We often hear that government is inefficient: They spend too much, they take too much time to provide services, they do not provide quality services, they have too many checkpoints, and so on. But who or what is government? Are employees not the heart of any organization?
Contrary to popular belief, employee performance is not the problem when it comes to efficiency. There are many very industrious and efficient employees in any industry, including government.
The root of inefficiency in government relates to money. More specifically, because governments do not spend their own money, inefficiency can be a serious problem.
To put this into perspective, think about these four possible scenarios relating to spending money (source: Milton Friedman, Free to Choose) (a matrix is also provided):
You spend your own money on yourself. When you spend your own money on yourself, you take care with your money, trying to get the best deal (best quality for least cost).
You spend your own money on somebody else. When you spend your money on somebody else, you still take care to spend the least amount of money, but you are not as concerned about the quality of the product or service. For example: buying gifts for someone else.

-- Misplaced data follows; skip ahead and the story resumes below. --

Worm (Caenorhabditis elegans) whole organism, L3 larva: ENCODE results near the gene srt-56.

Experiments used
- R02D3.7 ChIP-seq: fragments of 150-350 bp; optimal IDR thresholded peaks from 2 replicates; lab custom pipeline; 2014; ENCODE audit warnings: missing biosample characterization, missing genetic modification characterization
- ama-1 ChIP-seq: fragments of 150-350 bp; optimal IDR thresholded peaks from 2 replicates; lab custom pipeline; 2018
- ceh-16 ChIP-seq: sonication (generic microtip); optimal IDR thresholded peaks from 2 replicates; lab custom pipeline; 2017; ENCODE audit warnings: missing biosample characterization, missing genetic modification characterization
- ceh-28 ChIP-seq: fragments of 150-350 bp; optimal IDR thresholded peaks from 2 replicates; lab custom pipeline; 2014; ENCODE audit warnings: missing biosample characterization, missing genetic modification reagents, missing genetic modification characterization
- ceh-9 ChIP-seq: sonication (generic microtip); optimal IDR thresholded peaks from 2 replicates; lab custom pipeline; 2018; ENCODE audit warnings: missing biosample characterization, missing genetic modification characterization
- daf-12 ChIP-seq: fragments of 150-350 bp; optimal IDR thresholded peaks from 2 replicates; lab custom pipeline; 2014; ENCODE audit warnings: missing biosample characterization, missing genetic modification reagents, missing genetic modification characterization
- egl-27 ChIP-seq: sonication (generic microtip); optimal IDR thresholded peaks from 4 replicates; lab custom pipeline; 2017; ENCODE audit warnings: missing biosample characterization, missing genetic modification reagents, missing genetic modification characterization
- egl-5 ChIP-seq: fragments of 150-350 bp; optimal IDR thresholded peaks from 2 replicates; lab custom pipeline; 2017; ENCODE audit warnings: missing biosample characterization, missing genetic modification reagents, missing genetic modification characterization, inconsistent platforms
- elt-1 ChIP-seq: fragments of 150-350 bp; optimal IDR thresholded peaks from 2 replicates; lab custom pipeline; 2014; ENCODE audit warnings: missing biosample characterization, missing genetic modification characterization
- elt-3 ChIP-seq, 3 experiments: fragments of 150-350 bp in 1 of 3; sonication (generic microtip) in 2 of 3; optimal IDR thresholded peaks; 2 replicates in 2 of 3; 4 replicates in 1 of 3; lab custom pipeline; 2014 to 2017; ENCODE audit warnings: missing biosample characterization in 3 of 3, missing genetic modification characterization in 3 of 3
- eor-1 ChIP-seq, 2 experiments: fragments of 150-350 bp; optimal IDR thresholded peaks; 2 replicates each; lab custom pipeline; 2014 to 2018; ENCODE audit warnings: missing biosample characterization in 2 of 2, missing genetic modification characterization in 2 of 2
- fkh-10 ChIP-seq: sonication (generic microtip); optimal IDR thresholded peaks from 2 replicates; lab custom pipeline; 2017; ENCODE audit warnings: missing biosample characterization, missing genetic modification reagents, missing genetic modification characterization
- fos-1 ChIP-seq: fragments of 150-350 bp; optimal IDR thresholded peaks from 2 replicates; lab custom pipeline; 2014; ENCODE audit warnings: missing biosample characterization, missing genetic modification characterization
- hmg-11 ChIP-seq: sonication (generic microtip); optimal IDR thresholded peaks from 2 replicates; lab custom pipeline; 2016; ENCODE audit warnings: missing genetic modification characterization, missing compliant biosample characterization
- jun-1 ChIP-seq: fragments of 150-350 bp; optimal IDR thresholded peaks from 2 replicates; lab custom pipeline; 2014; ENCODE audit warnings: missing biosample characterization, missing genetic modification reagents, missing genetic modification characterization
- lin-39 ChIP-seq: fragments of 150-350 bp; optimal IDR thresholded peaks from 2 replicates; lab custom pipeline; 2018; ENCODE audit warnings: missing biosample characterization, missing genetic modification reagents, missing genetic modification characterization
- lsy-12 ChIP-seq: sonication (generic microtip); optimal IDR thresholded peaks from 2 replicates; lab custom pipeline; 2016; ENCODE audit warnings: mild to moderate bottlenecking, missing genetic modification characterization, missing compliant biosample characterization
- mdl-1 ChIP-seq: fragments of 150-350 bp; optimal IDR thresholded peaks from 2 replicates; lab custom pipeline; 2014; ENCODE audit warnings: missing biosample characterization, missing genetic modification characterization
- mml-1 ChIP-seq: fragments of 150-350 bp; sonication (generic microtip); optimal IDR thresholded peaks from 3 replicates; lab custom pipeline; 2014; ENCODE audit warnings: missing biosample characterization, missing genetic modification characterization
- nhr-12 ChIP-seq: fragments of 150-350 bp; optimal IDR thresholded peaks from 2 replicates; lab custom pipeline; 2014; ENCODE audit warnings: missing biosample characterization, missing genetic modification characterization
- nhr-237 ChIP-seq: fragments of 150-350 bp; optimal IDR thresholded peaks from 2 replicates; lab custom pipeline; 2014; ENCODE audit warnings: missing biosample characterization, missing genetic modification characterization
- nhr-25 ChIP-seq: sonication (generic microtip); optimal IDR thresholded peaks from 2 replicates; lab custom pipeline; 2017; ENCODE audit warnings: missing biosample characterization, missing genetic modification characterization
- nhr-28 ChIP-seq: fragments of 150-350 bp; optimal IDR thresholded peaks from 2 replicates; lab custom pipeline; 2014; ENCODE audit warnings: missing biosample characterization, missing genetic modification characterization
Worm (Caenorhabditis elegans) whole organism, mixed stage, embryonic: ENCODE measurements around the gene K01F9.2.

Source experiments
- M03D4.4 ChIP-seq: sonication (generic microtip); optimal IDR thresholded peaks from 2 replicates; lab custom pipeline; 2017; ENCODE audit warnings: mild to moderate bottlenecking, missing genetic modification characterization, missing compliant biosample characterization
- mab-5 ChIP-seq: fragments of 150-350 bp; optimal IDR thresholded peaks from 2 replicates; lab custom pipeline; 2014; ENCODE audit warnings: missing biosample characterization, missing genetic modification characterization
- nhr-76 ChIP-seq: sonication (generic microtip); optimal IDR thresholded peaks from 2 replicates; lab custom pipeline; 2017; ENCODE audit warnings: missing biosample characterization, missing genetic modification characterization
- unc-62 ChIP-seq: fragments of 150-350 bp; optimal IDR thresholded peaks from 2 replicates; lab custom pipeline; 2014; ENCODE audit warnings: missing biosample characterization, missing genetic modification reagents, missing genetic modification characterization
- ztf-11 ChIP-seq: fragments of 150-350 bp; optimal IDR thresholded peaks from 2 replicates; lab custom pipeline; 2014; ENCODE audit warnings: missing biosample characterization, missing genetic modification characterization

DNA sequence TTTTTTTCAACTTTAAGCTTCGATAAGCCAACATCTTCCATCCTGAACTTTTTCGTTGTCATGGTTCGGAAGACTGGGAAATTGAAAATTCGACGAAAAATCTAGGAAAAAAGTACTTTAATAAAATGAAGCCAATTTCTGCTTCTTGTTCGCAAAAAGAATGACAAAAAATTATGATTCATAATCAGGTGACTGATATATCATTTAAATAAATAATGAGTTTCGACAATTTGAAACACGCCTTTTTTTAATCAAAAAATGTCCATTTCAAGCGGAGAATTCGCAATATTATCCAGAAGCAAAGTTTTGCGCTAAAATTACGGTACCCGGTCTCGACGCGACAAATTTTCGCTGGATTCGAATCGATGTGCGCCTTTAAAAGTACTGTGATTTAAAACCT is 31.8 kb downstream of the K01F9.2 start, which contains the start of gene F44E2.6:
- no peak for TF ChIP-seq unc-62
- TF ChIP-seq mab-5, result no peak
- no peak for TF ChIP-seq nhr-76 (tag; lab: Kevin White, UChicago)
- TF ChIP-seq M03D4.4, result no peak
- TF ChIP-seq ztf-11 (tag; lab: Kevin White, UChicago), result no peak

You spend somebody else’s money on yourself. When you spend somebody else’s money on yourself, your primary concern is to get the best quality. Money really is no object. For example: buying yourself a gift or enjoying dinner on “somebody else’s dime.”
You spend somebody else’s money on somebody else. When you have somebody else’s money to spend on others, concern for quantity of spending and quality of product and service is not a high consideration. This is the situation with government spending.
Now put yourself in government’s shoes. If you have an almost unlimited supply of someone else’s (i.e., taxpayer) money each year, how will you spend it? Will you really give your systems and processes the due care that you would if you were spending your own money?
Unlike private organizations that spend money on goods and services that the market values, government spending has no information value. That is, organizations that spend to meet market demand will create a profit – this is the value that the organization generates. If it stops generating value for its customers, it stops making money.
In government, no matter how much money is spent and no matter how much output is produced, government does not know the value of its output. This contributes to a cycle of inefficiency in spending and outputs.
When was the last time your government told you how well they spent your money?